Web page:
Autonomous vehicle market growing at rapid rate, Gartner states
Gartner states that by 2023 more than 740,000 autonomous-ready vehicles will be added to the global market. Gartner’s predicted figure of exactly 745,705 units is significantly up from 137,129 units in 2018.
This growth will predominantly come from North America, Greater China and Western Europe, as countries in these regions become the first to introduce regulations around autonomous driving technology, Gartner states.
Net additions of 332,932 units represents the annual increase in the number of vehicles equipped with hardware for autonomous driving. They do not represent sales of physical units, but rather demonstrate the net change in vehicles that are autonomous-ready, Gartner states.
Gartner principal research analyst Jonathan Davenport, says, “There are no advanced autonomous vehicles outside of the research and development stage operating on the world’s roads now.
“There are currently vehicles with limited autonomous capabilities, yet they still rely on the supervision of a human driver. However, many of these vehicles have hardware, including cameras, radar, and in some cases, lidar sensors, that could support full autonomy. With an over-the-air software update, these vehicles could begin to operate at higher levels of autonomy, which is why we classify them as ‘autonomous-ready.’”
While the growth forecast for autonomous-driving-capable vehicles is fast, net additions of autonomous commercial vehicles remain low in absolute terms when compared with equivalent consumer autonomous vehicle sales, according to Gartner.
The number of vehicles equipped with hardware that could enable autonomous driving without human supervision in the consumer segment are expected to reach 325,682 in 2020, while the commercial segment will see just 10,590.
One factor hindering the growth of autonomous vehicle development is lack of regulation, according to Gartner. Today, there are no countries with active regulations that allow production-ready autonomous vehicles to operate legally, which is a major roadblock to their development and use.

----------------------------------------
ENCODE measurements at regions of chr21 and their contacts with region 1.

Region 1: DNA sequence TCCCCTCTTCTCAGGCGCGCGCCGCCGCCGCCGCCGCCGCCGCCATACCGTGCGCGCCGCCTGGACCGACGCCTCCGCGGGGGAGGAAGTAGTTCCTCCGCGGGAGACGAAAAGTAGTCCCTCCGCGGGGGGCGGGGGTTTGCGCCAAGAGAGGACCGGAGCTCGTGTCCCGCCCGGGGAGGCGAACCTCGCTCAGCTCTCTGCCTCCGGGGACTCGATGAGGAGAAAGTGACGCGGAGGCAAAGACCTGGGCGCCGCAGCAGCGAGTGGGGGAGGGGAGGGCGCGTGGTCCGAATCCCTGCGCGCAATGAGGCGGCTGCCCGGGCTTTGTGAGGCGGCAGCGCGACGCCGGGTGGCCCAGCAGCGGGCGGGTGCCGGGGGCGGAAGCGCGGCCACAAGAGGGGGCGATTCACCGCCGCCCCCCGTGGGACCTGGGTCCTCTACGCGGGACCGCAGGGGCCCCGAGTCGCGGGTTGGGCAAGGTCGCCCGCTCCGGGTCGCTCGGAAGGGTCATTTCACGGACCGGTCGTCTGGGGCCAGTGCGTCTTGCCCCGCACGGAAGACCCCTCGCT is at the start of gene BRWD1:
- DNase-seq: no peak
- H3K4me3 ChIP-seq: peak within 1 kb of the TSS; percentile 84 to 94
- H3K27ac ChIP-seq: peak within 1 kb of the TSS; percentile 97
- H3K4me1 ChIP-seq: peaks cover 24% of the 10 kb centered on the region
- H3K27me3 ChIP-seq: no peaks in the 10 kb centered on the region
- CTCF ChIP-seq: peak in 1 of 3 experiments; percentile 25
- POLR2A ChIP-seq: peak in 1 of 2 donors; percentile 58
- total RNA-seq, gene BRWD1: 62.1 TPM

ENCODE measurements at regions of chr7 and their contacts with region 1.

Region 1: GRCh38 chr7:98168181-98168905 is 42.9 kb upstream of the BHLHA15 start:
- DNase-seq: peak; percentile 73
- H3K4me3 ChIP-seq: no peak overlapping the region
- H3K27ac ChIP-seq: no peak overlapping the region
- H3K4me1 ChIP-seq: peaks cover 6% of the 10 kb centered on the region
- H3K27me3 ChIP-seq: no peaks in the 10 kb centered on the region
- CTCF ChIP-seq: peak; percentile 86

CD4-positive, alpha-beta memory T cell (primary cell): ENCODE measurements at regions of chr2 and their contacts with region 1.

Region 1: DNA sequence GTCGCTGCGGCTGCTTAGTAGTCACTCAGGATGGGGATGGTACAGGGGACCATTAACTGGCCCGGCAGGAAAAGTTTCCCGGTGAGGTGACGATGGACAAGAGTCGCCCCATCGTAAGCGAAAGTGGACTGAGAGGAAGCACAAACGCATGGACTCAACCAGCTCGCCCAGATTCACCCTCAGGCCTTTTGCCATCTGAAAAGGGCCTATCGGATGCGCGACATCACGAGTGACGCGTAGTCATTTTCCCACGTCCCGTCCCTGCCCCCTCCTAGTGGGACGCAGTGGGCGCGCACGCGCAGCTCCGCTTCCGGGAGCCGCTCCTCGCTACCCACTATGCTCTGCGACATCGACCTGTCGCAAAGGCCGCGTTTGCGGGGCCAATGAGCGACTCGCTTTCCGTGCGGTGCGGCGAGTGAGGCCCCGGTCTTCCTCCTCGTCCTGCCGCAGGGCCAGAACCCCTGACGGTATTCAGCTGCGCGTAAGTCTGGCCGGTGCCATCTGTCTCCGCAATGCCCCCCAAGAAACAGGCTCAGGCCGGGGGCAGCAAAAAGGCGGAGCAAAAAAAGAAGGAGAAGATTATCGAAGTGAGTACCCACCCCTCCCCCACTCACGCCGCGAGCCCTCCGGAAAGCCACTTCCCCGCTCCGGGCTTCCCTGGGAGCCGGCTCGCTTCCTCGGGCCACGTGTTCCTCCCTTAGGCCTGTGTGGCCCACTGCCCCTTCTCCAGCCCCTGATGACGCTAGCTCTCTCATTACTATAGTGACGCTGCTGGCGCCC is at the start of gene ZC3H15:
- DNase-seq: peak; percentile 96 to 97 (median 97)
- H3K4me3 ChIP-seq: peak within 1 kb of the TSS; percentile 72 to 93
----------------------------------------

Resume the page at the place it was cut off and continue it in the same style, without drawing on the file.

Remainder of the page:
Davenport says, “Companies won’t deploy autonomous vehicles until it is clear they can operate legally without human supervision, as the automakers are liable for the vehicle’s actions during autonomous operation.
“As we see more standardised regulations around the use of autonomous vehicles, production and deployment will rapidly increase, although it may be a number of years before that occurs.”
Another limiting factor is sensor hardware. According to Gartner, by 2026 the cost of the sensors that are needed to deliver autonomous driving functionality will be approximately 25% lower than they will be in 2020.
Even with such a decline, these sensor arrays will still have prohibitively high costs. This means that through the next decade, advanced autonomous functionality will be available only on premium vehicles and vehicles sold to mobility service fleets.
Davenport says, “Research and development robo-taxis with advanced self-driving capabilities cost as much as $300,000 to $400,000 each.
“Sophisticated lidar devices, which are a type of sensor needed for these advanced autonomous vehicles, can cost upward of $75,000 per unit, which is more than double the price of your average consumer automobile. This puts higher-level autonomous vehicle technology out of reach for the mainstream market, at least for now.”
Looking at the bigger picture, Garnter predicts that public perception of safety will determine growth. Vehicle-human handover safety concerns are a substantial impediment to the widespread adoption of autonomous vehicles. Currently, autonomous vehicle perception algorithms are still slightly less capable than human drivers, states Gartner.
Davenport says, “A massive amount of investment has been made into the development of autonomous vehicle perception systems, with more than 50 companies racing to develop a system that is considered safe enough for commercial use.”
Gartner predicts that it will take until 2025 before these systems demonstrate capabilities that are an order of magnitude better than human drivers. To accelerate this innovation, technology companies are using simulation software powered by artificial intelligence to understand how vehicles would handle different situations. This enables companies to generate thousands of miles of vehicle test data in hours, which would take weeks to obtain through physical test driving.
Gartner senior director analyst Michael Ramsey says, “One of the biggest challenges ahead for the industry will be to determine when autonomous vehicles are safe enough for road use.”
“It’s difficult to create safety tests that capture the responses of vehicles in an exhaustive range of circumstances. It won’t be enough for an autonomous vehicle to be just slightly better at driving than a human. From a psychological perspective, these vehicles will need to have substantially fewer accidents in order to be trusted,” says Ramsey.